|Accelerating Infrastructure Innovations|
|Federal Highway Administration > Publications > Focus > December 2001 > QuickZone 1.0: A Better Approach to Work Zone Planning|
|December 2001||Publication Number: FHWA-RD-02-005|
QuickZone 1.0: A Better Approach to Work Zone Planning
QuickZone 1.0: A Better Approach to Work Zone Planning How will the construction or rehabilitation project that you're planning affect motorists? What will be the costs of traveler delay caused by your project? What might be the effect of contractor-suggested changes in the approved Traffic Control Plan? QuickZone 1.0., a new software program available from the Federal Highway Administration (FHWA), can help answer those questions and more.
QuickZone compares the traffic impacts for work zone mitigation strategies and estimates the costs, traffic delays, and potential backups associated with these impacts. For example, if a highway agency planned to widen a shoulder, QuickZone could estimate the costs of doing work at night instead of during the day or diverting the traffic to one road versus another road during different phases of construction. The costs, traffic delays, and potential backups can be estimated for both an average day of work and for the whole life cycle of construction.
"QuickZone can help State and local traffic, construction, operations, and planning staff, as well as construction contractors, better perform their job by making them aware of the effect that different work zone phasing has on the motorist from both a cost and delay standpoint. This benefits everyone from highway officials to construction workers to motorists and improves overall work zone safety," says Deborah Curtis of FHWA's Mobility and Safety Integrated Product Team. The software provides information in a spreadsheet form. A user need only have Microsoft Excel 97 or higher running on a Windows-based PC to use the application. To run the program, the user would enter data on the planned work zone, such as:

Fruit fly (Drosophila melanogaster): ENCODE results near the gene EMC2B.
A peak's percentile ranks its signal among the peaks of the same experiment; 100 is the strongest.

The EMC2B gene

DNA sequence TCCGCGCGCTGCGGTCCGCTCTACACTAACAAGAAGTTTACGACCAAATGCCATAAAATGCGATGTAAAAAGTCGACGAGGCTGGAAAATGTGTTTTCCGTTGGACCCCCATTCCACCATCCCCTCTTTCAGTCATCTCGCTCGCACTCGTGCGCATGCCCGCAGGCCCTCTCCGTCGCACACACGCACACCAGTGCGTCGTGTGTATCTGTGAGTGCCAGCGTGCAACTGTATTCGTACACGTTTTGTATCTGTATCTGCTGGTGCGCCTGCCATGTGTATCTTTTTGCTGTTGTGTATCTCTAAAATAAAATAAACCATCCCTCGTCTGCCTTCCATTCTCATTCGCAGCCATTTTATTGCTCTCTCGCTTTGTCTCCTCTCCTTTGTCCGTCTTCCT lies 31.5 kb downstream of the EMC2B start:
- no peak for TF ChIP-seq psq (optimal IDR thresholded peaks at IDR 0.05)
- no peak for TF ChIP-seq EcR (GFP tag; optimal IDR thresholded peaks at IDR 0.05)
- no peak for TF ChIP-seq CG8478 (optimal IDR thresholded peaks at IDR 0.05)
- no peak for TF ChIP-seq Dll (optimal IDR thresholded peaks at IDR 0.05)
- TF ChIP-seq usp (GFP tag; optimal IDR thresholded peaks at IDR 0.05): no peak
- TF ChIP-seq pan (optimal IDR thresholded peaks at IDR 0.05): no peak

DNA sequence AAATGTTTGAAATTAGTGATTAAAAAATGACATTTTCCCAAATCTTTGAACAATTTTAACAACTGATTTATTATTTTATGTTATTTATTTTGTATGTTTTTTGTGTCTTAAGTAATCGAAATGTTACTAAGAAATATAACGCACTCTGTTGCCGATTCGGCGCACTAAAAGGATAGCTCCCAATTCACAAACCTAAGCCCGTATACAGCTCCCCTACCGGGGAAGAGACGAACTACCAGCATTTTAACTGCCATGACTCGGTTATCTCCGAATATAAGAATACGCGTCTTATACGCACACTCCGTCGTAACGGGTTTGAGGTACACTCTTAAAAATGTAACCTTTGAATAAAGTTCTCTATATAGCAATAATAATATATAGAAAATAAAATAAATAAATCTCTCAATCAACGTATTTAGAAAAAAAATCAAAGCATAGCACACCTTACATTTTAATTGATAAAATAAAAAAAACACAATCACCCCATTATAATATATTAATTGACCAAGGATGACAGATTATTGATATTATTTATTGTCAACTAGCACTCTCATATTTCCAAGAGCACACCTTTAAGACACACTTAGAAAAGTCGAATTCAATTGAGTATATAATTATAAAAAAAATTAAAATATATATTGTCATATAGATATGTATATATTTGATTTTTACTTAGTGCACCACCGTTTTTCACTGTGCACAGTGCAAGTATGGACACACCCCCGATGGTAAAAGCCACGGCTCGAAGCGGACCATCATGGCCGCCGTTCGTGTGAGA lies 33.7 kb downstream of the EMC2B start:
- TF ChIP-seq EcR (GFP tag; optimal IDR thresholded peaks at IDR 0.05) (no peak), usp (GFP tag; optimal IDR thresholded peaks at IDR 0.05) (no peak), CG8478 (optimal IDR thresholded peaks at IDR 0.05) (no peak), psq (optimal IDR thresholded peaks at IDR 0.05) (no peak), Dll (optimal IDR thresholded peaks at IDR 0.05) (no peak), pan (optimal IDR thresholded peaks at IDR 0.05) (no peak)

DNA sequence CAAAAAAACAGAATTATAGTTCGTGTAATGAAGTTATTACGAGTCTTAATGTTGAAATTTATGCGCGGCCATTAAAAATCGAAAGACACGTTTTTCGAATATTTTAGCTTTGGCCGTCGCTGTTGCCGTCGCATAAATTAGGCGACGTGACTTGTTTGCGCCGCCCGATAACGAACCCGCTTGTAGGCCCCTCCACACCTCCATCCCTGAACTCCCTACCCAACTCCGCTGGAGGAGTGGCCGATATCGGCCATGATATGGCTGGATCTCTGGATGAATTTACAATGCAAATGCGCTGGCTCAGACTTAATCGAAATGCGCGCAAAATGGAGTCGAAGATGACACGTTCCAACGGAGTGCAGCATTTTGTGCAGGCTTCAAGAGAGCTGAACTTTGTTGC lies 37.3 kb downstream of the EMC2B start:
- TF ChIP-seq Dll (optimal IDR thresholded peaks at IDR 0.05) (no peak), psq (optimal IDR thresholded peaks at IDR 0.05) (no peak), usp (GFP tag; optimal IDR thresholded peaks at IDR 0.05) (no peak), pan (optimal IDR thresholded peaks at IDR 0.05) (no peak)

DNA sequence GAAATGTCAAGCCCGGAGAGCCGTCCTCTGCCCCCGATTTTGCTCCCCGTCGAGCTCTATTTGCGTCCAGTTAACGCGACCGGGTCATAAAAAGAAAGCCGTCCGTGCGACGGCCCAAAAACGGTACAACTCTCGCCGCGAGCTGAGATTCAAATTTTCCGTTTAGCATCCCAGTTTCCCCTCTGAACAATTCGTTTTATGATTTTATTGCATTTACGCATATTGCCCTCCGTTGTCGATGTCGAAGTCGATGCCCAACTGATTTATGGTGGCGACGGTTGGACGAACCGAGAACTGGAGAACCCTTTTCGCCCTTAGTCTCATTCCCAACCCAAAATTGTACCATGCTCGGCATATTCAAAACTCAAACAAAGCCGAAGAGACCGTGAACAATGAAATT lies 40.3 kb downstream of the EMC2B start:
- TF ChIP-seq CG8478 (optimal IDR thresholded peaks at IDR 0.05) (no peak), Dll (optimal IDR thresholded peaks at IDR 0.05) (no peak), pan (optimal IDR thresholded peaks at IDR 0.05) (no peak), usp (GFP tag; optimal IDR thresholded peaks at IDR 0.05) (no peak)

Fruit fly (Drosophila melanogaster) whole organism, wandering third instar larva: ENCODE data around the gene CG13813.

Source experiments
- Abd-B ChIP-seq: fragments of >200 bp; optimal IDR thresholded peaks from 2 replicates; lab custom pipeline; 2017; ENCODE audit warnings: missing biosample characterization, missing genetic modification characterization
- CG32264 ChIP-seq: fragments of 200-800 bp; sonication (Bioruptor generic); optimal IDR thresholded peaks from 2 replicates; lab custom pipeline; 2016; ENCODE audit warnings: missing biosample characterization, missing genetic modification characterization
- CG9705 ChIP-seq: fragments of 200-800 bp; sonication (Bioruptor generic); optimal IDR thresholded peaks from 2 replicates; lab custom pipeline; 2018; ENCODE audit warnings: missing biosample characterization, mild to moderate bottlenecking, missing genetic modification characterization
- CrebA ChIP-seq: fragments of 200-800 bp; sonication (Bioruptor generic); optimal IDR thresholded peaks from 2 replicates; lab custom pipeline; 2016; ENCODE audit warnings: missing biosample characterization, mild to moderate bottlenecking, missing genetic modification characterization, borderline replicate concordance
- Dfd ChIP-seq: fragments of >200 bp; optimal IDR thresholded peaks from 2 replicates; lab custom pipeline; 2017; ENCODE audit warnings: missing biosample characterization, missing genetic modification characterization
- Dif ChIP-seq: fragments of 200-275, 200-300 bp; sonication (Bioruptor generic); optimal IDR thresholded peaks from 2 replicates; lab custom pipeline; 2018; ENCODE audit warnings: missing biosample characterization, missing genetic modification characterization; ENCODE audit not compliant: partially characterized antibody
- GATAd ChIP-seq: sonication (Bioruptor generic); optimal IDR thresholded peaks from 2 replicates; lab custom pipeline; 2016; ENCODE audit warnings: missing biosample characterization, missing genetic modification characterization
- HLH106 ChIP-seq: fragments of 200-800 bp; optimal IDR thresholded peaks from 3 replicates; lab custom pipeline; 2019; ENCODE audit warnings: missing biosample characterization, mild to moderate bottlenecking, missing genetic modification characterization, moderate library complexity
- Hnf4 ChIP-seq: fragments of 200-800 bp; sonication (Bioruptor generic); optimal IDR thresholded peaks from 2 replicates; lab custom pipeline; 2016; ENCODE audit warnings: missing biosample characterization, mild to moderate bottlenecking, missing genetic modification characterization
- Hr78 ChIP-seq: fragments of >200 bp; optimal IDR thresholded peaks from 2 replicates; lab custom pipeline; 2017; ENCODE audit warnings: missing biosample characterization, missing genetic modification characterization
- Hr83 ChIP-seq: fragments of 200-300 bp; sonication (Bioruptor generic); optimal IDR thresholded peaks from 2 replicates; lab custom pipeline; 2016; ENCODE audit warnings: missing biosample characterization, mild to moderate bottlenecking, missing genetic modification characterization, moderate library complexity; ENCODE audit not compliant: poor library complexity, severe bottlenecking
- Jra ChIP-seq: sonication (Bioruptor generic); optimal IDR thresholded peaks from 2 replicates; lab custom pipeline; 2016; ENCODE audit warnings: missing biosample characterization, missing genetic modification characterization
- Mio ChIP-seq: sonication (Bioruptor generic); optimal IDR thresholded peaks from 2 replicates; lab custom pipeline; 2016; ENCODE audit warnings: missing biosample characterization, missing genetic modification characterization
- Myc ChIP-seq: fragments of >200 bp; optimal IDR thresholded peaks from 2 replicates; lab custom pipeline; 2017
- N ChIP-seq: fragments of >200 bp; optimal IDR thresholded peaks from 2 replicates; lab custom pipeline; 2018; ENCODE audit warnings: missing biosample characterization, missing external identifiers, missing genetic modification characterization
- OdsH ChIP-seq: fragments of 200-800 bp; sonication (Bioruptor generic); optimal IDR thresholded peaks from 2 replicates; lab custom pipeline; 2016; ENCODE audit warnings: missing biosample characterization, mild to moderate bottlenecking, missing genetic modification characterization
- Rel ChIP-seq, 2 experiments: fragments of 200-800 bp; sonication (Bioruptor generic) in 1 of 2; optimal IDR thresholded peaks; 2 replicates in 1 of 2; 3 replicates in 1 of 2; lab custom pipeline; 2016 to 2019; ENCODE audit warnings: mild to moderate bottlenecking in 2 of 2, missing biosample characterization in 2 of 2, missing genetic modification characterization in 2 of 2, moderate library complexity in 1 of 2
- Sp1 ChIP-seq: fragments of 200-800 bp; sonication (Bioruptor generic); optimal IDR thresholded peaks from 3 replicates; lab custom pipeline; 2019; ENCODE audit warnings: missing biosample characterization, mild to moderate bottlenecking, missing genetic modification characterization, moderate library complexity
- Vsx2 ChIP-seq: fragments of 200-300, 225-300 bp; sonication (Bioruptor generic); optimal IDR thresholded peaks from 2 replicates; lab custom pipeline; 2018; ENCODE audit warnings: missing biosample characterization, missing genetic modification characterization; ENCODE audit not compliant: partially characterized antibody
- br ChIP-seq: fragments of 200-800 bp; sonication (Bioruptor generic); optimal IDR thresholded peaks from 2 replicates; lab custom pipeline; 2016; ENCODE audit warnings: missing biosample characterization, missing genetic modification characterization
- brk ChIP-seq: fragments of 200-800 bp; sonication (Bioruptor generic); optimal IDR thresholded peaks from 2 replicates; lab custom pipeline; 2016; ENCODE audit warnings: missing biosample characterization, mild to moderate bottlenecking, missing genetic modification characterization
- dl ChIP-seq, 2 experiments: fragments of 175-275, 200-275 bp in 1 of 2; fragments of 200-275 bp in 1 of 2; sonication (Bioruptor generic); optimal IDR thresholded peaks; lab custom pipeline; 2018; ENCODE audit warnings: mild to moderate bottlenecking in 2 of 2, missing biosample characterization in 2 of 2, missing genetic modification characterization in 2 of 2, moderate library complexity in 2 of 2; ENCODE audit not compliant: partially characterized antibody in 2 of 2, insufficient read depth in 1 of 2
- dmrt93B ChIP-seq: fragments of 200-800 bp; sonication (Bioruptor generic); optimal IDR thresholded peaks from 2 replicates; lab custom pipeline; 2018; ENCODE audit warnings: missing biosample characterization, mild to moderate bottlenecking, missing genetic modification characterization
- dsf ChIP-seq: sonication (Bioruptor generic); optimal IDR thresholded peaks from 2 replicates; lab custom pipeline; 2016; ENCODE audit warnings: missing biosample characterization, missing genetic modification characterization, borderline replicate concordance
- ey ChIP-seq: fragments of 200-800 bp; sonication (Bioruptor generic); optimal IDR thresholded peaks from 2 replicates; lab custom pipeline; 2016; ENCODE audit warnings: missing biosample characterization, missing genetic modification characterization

The program then displays the amount of delay in vehicle hours, the maximum length of the projected traffic queue, and the costs associated with the work activity.
QuickZone can also analyze the advantages of various strategies for minimizing the projected traffic delays. These mitigation strategies might include retiming signals on detour routes to help traffic flow more smoothly, planning a media campaign to publicize the planned work zones, or using traveler information systems that allow drivers to plan ahead and choose other routes if possible.
For more information about QuickZone, contact Deborah Curtis at FHWA, 202-493-3267 (email: firstname.lastname@example.org).
To obtain a copy of the software, contact the McTrans Center at the University of Florida, 352-392-0378 (fax: 352-392-6629; email: email@example.com; Web: mctrans.ce.ufl.edu).
United States Department of Transportation - Federal Highway Administration